If you're not from Europe or (then) British Empire countries you may not appreciate the extent to which the Great War halted normal life. In Great Britain racing canoe activity more or less stopped in 1914 and didn't start up again until after 1919. And a lot of young men just didn't come back: there's a poignant paragraph in Uffa Fox' 'Sail and Power' where, in the 1930s, he is celebrating a new generation of Canoe sailors winning the major prizes in the UK. "Early after the war there were few active sailing members of the Royal Canoe Club, and the Ancient Mariners ... kept the club going until these youngsters, too young to be killed in the 1914-1918 war, had grown old enough to own and sail Canoes....
Arguably Uffa was exaggerating - the casualty rate amongst Royal Canoe Club members who served in the war was a little over 8%, which was fairly typical. Its interesting to note that all but one of those who served was an officer, some of them quite senior, which gives something of a picture of the social mix of the club. But its certainly true that activity started very slowly again: only one new Canoe design and very few boats were built in the 1920s. The last B class canoes were built about 1932, but they continued to sail on the Thames along with the International Canoes into the 1970s.
In the US there were had been changes to the simple 16 x 30 box rule. In 1913 a special class of canoes to a 17' * 42" rule had been adopted, but in 1917 this and the 16 * 30 rule were effectively combined in a formula in which permitted sail area was allowed above a standard 90 square feet for increases in beam over 30", and reduced for increases in length over 16 feet.
Canoe sailing came to Sweden about the turn of the century and the country developed a thriving canoe sailing scene with a number of classes and many more active canoe sailors than the anglophone nations. Amongst these the C Class, 5.2m * 1.5m with 10m2 of sail was substantially similar in dimensions to UK racing canoes. A major influence in Swedish canoing at this time was Sven Thorell, who designed sailing and paddling canoes and sailboats, wrote books and magazine articles, and competed twice in the Olympics as a sailor, notably winning the gold medal in the International 12ft Class in 1928.
In continental Europe the first international canoeing organisation was formed in 1924 which adopted the 10sq.m Canoe sailed in Sweden as the official International class. Although Europeans had competed in events in Britain before the Great War, they had little contact with the British at this time, who in turn had little (but more) contact with the Americans. The first canoe sailing world championship was held in 1938 in Vaxholm, Sweden, using a craft of German origin with 7.5sq.m. of sail. This event seems likely to have been associated with the first ICF paddling world championships, also held at Vaxholm that year. The gold medal went to Eric Ericson of Sweden, and the silver and bronze to Swedish and German sailors. The event was dominated by Swedish and German competitors, and no British or American sailors competed.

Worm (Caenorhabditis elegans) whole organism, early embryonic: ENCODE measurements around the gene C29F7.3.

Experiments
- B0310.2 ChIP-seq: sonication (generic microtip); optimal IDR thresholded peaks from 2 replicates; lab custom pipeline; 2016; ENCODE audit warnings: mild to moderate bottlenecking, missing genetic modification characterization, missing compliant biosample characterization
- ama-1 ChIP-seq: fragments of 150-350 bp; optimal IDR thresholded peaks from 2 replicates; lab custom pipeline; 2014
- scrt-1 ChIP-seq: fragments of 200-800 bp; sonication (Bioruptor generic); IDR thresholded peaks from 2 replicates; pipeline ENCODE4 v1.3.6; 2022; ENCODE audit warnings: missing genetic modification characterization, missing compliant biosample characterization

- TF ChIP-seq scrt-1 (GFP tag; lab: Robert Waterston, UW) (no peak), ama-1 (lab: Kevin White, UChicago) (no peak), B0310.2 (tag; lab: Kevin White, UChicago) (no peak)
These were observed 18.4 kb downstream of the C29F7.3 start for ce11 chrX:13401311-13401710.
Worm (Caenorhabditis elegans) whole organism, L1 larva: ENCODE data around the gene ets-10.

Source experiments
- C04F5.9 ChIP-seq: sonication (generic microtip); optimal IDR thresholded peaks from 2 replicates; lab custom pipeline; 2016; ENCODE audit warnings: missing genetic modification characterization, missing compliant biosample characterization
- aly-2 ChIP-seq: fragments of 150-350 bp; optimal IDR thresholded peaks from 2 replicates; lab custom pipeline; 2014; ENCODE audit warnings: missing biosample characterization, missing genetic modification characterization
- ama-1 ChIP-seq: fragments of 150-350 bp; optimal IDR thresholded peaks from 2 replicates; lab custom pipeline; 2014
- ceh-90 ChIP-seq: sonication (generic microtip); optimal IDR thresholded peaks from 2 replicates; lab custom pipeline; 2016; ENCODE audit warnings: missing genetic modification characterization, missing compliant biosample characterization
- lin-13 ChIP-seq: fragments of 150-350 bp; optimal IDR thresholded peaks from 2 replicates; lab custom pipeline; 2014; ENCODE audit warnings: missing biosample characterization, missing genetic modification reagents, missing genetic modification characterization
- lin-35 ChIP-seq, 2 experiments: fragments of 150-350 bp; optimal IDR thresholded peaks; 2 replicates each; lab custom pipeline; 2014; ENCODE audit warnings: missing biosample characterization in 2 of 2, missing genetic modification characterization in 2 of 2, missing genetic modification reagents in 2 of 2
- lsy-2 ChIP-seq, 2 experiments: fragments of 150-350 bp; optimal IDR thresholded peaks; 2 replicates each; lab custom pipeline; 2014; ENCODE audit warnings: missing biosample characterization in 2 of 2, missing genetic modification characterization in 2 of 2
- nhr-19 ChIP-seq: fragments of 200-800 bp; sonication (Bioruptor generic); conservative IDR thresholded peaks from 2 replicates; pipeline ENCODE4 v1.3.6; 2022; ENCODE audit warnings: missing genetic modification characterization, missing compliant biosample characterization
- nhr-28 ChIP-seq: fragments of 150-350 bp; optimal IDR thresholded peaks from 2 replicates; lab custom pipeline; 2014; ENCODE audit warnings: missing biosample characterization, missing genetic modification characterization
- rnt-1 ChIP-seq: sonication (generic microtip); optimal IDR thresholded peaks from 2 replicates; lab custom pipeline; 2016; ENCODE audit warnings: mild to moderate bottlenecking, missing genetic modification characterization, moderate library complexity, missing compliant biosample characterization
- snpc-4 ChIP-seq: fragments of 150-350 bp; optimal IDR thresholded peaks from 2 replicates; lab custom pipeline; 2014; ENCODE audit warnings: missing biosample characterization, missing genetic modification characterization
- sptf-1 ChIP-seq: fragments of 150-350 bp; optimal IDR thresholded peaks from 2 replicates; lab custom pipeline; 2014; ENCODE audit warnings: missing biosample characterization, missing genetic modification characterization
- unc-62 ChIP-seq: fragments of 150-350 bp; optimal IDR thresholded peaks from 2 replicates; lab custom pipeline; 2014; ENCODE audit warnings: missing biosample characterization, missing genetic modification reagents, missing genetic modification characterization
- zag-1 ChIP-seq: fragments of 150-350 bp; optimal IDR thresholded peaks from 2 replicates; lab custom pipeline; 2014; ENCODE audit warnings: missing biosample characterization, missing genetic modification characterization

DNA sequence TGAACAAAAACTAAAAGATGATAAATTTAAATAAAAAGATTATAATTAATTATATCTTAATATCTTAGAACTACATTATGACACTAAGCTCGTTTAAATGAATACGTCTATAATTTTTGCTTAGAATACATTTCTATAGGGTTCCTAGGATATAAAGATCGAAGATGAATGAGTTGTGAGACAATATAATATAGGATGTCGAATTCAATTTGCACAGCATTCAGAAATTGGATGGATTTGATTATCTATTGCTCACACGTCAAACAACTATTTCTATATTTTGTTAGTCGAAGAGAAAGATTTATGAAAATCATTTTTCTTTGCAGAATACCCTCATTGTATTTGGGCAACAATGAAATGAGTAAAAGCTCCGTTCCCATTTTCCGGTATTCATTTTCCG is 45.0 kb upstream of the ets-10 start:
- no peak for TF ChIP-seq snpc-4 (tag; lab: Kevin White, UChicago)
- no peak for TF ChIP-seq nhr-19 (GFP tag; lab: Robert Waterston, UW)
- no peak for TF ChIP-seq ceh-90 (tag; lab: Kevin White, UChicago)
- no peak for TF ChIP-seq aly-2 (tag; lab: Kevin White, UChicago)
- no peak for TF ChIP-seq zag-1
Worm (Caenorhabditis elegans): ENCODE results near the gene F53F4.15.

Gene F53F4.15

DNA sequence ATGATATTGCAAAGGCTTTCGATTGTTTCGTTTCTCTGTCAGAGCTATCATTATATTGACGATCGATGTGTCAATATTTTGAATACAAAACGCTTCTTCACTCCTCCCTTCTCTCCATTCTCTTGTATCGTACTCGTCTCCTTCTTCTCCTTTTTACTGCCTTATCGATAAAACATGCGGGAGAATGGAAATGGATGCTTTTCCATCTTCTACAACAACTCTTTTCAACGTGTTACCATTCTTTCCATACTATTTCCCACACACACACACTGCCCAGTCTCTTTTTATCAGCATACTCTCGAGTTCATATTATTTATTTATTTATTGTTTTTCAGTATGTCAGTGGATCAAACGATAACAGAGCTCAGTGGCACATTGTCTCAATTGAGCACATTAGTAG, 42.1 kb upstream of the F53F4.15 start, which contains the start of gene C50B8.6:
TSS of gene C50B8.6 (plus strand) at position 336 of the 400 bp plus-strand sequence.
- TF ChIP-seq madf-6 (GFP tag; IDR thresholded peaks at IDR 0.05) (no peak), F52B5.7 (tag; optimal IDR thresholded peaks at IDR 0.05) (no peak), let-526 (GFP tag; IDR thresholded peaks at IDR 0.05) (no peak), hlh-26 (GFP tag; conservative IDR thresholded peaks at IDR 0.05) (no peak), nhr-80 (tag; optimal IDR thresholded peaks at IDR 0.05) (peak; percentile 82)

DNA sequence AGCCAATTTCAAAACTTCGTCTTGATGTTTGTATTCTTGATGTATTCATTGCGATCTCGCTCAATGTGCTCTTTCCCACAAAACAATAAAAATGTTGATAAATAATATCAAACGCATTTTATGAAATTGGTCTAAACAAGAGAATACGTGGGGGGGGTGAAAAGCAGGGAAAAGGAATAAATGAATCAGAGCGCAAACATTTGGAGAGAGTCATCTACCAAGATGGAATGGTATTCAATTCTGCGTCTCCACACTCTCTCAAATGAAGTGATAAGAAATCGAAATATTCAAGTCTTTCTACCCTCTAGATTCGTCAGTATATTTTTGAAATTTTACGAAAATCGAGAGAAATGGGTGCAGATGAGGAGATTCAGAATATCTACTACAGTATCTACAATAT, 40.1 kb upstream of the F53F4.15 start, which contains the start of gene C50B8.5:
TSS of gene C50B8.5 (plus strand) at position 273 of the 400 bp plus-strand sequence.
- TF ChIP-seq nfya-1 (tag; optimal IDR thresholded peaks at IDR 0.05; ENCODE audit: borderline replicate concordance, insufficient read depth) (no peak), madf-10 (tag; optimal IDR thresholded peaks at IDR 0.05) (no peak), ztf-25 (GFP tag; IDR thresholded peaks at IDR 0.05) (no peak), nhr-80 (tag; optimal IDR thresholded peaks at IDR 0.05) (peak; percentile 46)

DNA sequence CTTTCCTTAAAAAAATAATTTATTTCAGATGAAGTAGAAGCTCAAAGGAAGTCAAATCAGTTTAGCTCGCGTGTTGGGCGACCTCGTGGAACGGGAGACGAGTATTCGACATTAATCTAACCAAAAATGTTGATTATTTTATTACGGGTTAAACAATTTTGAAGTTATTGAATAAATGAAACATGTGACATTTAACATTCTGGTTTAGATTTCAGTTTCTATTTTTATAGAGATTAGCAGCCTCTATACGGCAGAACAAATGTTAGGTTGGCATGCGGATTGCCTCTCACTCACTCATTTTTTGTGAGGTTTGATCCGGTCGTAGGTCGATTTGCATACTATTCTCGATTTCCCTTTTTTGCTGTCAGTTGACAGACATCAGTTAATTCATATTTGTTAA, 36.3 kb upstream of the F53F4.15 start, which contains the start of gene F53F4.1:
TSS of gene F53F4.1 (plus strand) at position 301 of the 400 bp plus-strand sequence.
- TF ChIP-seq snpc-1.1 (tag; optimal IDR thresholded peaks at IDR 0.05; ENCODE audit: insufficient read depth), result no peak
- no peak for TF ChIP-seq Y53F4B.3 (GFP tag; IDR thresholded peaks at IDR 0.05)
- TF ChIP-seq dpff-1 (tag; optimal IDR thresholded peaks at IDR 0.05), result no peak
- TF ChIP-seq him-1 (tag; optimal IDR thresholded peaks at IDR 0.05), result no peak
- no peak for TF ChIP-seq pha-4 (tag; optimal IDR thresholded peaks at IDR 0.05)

Uffa Fox was one of the outstanding characters of all time in the sport of sailing. Few others can have achieved quite so much, had such an overflowing personality or irritated so many stuffed shirts...
The story of how Uffa Fox and Roger deQuincey won the New York Canoe Club International Challenge Cup may be read both here, for Uffa Fox' account and here, for a version from the North American viewpoint. Suffice to say that in 1933 Uffa Fox designed and built, for himself and deQuincey, a pair of Racing Canoes that were capable of being raced under both the British and the US canoe rules. For Britain they left the sliding seats ashore and used a short centreboard, whilst in the US they added the planks and longer centreboard and accepted 40lbs excess weight. They also fitted a revised sloop rig which consisted of an unstayed mast with a rigid wooden spar as forestay, which, by the skin of its teeth, met the letter of the US rules' requirement for two masts.
Well, they went to the USA, they won both sailing and even sailing/paddling races, and they brought the New York Trophy, along with a bunch of other silverware. They also came back with, and left behind, a firm determination to create a common rule set. This came to pass within a very few years and a compromise sailing Canoe rule set emerged. Unsuprisingly Uffa became the dominant canoe designer in the UK until the post war era. The Fox boats were big, powerful boats with notably full ends: they carried maximum beam almost as far aft as possible, and the stern was close to the 90 degree limit imposed by the rules.
The 1936 International rule set, was in its fundamentals, very similar to the rule set in use in 2012. There have been changes to the wording, sail measurement has become more sophisticated, and there is extra material to discourage lumps, bumps and distortions in the hull which only serve to meet measurement points. The main differences are that the original rule had a formula that permitted narrower hulls to have narrower waterline beam, and that the weight limit was controlled by a formula related to length and beam so that physically smaller boats could be lighter than larger ones. The sail area limit was and is the 10sq m widely used in European classes, and some other dimensions are metric round numbers, not imperial, so one would think there must have been some input from european rule sets. However available evidence is limited and seems to point towards the dialogue having been just between the US and the UK. Maybe using the metric numbers was a comromise when they fell between the UK and US ones?